“We’ve always been triple bottom line,” Weaver said. “Sure you can’t as an individual live without clean air and clean water, but you’re not even thinking about that if the first thing you’re trying to do is actually feed your children.”

Everything different this time, says Olsen

Olsen said it’s not unreasonable for the Greens to run to form government. “You set the goals big,” he said. “There have been earthquake elections in Canada, there have been third parties going to first, there’ve been last parties going to first, there’ve been unlikely candidates get elected in the United States.”

Compared to the 2013 election, everything is different for the Greens, Olsen said. There’s more support from the party’s head office, the team has more experience campaigning, the leader is passionate and outspoken, and the volunteers are motivated, he said.

Asked why he wants to be an MLA, Olsen said, “We need to seriously change the approach we’re taking to governing. I’ve got two young children who are the source of my inspiration and want to leave them a world that they’re going to be able to thrive in.”

The NDP’s Holman said that while the candidates in Saanich North and the Islands are the same as in 2013, this campaign feels different to him as well.

Last time around Roberts wasn’t nominated until March, Holman said, not long before the official campaign began. This time Roberts was nominated last June, his campaign is “awash in money” and it’s been under way for many months, Holman said.

“In my view that’s who I’m competing against for the seat,” Holman said.

Strong NDP platform helps, says Holman

The NDP has a stronger platform than it did in 2013, Holman said. “I think this is the strongest platform I’ve run under.”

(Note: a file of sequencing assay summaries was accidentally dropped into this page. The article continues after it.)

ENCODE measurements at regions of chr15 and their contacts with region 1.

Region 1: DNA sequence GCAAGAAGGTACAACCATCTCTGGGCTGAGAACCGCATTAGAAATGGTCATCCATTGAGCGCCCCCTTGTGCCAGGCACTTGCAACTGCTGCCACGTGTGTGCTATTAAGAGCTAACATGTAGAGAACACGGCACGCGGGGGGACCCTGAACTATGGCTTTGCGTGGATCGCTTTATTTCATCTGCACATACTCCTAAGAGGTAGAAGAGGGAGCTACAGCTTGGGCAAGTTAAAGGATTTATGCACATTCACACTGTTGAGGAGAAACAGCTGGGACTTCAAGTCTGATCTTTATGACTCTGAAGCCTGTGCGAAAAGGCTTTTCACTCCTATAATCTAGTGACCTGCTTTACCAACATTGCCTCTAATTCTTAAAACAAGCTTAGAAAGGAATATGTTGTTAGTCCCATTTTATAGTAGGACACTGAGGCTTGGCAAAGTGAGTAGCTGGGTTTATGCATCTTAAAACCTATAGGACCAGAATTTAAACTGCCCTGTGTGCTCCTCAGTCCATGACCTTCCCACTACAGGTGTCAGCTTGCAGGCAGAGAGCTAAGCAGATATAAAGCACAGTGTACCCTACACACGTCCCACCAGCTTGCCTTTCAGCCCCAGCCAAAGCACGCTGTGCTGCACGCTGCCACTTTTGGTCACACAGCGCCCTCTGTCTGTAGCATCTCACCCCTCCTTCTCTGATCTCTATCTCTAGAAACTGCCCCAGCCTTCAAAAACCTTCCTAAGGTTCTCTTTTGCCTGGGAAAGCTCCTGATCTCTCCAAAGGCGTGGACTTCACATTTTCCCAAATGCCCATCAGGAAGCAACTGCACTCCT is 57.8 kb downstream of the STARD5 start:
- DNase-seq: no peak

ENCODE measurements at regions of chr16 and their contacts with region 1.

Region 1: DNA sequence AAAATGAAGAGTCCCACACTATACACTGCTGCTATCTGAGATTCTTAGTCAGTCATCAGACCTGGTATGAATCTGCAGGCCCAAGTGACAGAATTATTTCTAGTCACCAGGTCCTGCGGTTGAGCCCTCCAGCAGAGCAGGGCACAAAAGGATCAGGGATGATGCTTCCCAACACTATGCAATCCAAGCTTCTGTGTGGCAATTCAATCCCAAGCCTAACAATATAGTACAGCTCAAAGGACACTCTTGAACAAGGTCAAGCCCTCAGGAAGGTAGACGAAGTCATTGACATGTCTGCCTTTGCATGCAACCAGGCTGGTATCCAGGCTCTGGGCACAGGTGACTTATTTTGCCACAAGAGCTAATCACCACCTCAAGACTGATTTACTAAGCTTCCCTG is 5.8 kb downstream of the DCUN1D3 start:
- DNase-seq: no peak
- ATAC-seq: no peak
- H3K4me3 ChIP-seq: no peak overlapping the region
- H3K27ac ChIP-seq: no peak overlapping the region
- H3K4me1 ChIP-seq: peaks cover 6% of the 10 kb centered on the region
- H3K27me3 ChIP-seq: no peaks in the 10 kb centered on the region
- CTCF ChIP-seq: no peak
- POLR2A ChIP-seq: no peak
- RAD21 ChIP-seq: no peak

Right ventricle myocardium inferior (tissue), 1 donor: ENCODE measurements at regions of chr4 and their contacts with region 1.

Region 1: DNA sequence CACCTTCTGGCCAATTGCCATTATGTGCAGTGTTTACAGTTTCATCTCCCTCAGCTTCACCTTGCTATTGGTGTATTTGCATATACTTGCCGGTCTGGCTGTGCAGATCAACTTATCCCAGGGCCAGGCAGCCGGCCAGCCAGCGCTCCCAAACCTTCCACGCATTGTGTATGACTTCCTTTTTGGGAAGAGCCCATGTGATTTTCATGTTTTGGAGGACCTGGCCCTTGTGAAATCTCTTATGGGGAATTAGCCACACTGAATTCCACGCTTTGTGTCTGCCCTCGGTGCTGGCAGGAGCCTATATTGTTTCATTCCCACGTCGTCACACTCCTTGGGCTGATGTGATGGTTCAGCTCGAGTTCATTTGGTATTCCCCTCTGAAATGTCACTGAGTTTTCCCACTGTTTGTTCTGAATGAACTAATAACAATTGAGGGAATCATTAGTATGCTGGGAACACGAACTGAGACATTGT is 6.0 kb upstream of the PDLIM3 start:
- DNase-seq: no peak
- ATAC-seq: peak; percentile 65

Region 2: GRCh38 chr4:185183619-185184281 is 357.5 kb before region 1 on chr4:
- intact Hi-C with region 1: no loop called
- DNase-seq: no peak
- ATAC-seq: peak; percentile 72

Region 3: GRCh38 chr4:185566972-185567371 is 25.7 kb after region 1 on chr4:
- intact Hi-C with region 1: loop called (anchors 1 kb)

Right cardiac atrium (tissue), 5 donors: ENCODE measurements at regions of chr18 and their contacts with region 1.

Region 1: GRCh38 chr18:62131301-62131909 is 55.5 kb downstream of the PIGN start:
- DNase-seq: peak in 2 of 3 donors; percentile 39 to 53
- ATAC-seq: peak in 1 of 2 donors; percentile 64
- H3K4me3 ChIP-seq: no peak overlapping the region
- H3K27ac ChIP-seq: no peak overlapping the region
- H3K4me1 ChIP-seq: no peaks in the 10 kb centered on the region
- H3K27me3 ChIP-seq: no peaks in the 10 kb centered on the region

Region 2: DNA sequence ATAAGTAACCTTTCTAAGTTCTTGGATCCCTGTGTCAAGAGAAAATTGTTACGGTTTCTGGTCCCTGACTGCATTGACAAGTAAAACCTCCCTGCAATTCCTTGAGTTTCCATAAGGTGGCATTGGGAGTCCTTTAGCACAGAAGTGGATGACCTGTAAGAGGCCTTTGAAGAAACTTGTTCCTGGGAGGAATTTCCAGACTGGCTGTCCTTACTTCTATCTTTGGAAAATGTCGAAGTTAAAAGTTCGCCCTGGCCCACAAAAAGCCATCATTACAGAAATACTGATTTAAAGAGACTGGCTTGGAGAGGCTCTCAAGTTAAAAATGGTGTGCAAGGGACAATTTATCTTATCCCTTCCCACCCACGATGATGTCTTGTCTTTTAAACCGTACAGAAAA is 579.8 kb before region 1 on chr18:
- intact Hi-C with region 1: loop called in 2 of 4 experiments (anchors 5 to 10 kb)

It includes a promise to review ferry fares, reinstate the seniors’ discount and roll fares back by 15 per cent on the minor routes. “The 15 per cent is something that rings a bell around here,” he said.

The Liberal platform includes a proposal that would require ferry users to save their receipts and submit them at tax time to get a credit, he said. The NDP proposal would give everyone a discount at the toll booth, he said. “It’s actually a key issue here.”

Holman said he and others in the NDP caucus pushed to have a strong platform on ferries. “After complaining for years about fare increases, we had to have something substantive.”

On another big issue in the riding, Steelhead LNG’s proposal to build a floating plant on the Saanich Inlet at Bamberton, Holman said the NDP is opposed although it supports LNG development in principle. Olsen and the Greens have been campaigning against the proposal.

“It’s a stupid location,” Holman said, noting that four local First Nations oppose the project.

The NDP also has a stronger climate action platform than in 2013, will work towards $10-a-day childcare, fund affordable housing and raise the minimum wage to $15, he said. It would ban corporate and union donations to political parties and hold a referendum on reforming the electoral system.

Holman contrasted the NDP platform with a BC Liberal record that has balanced budgets by raising fees, including Medical Service Plan premiums, BC Hydro rates and ICBC rates. “They’ve balanced their budget on the backs of the most vulnerable,” he said. “They’ve created a huge social deficit.”

“Another lone voice in the wilderness complaining about another Liberal government is not what we need,” he said. “We need to change government.”

That’s far from a sure thing, he said. “My overall sense is the election is going to be close both provincially and here in Saanich North and the Islands.”  [Tyee]